It’s crucial to develop KPIs from security metrics (such as findings from SCA, SAST, DAST, Penetration Tests, and Threat Modeling) that incorporate the time factor to monitor improvements or persistence of vulnerabilities over time. Metrics like the Average Time of Exposure of high-risk findings in production environments are especially valuable, as they provide clear indicators of how quickly security issues are being addressed and resolved.

EffortMedium to High: Establishing and maintaining security metrics and KPIs requires a significant upfront effort to define the right metrics, integrate data collection tools, and set up dashboards. Once established, the ongoing effort required to analyze and update these key figures based on current data is reduced with automation of tools.
DevSecOpsYes: Integrating security metrics and KPIs into DevSecOps involves incorporating automated scanners and tools to continuously track and report on these metrics throughout the CI/CD pipeline.

Use cloud monitoring and management tools to track security metrics and KPIs. These should include measures of compliance with security policies, incident response times, effectiveness of security controls, and user access and activity monitoring:

  • For AWS, CloudWatch provides detailed monitoring and analytics.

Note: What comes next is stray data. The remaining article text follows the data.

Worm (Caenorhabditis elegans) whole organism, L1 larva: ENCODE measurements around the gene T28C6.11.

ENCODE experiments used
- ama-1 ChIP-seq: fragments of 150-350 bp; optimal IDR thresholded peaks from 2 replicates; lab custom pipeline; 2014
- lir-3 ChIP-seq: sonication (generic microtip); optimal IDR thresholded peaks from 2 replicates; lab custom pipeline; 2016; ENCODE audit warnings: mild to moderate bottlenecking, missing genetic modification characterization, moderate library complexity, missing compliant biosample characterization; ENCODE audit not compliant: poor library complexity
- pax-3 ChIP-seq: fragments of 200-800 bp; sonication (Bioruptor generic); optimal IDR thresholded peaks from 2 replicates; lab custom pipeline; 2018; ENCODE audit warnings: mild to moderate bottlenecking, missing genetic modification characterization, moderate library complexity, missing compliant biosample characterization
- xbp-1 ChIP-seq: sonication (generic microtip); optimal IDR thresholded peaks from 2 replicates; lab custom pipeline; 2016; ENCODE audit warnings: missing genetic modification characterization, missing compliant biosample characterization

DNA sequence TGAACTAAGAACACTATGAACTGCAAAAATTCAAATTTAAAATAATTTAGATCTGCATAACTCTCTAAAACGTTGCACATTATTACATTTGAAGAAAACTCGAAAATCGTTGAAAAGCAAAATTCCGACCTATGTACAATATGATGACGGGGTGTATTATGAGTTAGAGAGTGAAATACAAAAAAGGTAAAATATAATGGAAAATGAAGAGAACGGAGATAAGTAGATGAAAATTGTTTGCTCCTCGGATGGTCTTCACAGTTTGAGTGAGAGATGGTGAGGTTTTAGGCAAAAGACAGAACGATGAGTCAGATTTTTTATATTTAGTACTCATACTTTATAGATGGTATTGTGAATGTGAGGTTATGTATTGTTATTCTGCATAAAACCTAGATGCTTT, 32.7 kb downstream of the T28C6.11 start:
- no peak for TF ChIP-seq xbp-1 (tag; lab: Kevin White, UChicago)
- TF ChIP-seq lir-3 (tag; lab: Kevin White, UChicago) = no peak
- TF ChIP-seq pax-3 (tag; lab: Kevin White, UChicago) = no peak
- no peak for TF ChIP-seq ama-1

• For Azure, Azure Monitor is key for tracking security metrics and KPIs.
Defining and integrating metrics and KPIs into an organization's processes is a complex challenge, which I will explore in depth in my upcoming article on Process & Organization aspects. 

Does the sequence matter?

The journey towards a Secure SDLC doesn’t require a simultaneous overhaul but a strategic, step-by-step approach. Each organization’s unique context, risk profile, and resource availability can influence the prioritization of these steps. However, for businesses operating with limited resources, progressing from step 1 to 12 provides a logical and efficient pathway:

Notably, the initial focus on Patch Management of Software & Dependencies, coupled with the Hardening of Infrastructure & Configuration, is strategically designed to mitigate the risk of the most common and easily exploitable vulnerabilities. These initial steps are crucial in defending against automated, untargeted attacks perpetrated by threat actors using automated exploit kits, effectively targeting the “lowest-hanging fruits” among potential vulnerabilities.

This approach not only prioritizes immediate defenses against prevalent risks but also sets a solid foundation for advancing through the subsequent leverage points with a progressively fortified posture.